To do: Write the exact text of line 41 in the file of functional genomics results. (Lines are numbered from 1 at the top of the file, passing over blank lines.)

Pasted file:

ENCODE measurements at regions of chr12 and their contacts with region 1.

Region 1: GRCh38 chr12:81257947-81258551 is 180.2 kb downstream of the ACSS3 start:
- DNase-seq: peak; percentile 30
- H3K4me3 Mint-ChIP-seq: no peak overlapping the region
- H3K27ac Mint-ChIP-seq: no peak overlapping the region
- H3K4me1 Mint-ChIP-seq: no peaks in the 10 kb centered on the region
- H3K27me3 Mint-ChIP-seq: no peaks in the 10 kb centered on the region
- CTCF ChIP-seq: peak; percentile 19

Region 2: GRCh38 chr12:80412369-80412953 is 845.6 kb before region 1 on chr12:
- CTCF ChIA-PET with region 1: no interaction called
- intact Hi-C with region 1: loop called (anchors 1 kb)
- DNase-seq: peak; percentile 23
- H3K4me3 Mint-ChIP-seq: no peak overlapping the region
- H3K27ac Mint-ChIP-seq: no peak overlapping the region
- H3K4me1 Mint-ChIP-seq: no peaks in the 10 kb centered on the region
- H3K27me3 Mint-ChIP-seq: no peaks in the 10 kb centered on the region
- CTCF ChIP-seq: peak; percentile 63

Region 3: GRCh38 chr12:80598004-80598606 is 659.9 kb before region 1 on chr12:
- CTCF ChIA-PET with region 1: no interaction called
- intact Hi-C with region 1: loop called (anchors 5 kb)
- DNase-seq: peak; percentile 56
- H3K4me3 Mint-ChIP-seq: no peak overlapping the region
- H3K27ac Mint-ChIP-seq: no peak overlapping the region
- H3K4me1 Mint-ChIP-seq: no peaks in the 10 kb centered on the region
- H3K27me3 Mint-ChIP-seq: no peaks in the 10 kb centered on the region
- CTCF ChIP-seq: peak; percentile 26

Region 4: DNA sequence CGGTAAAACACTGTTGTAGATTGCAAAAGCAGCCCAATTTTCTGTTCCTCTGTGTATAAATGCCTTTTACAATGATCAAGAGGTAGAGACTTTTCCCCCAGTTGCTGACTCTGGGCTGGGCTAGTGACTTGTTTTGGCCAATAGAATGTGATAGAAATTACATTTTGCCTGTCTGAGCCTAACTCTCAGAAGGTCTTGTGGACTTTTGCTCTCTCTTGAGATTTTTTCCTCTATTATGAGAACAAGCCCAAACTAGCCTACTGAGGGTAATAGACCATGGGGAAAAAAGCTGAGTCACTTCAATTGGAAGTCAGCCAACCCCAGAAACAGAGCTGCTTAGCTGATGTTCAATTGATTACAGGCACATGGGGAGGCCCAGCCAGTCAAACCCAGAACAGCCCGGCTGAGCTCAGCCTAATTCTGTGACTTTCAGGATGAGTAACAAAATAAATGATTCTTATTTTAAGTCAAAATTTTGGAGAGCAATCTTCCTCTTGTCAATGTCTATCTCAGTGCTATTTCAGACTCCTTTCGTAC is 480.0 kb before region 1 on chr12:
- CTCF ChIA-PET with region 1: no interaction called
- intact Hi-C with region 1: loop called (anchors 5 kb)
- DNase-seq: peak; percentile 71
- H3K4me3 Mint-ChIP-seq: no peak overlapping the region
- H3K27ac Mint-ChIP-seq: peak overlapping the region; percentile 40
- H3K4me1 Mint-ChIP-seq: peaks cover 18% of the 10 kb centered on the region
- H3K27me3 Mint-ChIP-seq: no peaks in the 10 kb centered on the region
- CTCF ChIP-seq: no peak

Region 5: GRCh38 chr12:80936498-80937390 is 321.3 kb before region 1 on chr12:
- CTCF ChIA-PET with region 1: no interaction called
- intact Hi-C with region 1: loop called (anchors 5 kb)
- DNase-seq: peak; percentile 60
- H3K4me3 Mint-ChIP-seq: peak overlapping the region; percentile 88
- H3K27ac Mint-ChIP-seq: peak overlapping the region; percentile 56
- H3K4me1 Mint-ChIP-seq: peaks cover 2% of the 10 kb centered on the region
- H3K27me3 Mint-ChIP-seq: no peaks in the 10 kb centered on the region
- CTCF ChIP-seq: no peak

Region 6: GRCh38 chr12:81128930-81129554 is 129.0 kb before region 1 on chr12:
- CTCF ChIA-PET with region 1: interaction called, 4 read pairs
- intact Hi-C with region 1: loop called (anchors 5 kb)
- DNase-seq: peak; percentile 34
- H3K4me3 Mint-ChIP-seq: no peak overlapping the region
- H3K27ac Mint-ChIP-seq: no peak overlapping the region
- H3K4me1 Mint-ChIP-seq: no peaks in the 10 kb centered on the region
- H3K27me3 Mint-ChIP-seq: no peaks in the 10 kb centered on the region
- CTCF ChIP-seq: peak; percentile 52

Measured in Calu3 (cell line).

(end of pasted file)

- H3K27ac Mint-ChIP-seq: peak overlapping the region; percentile 56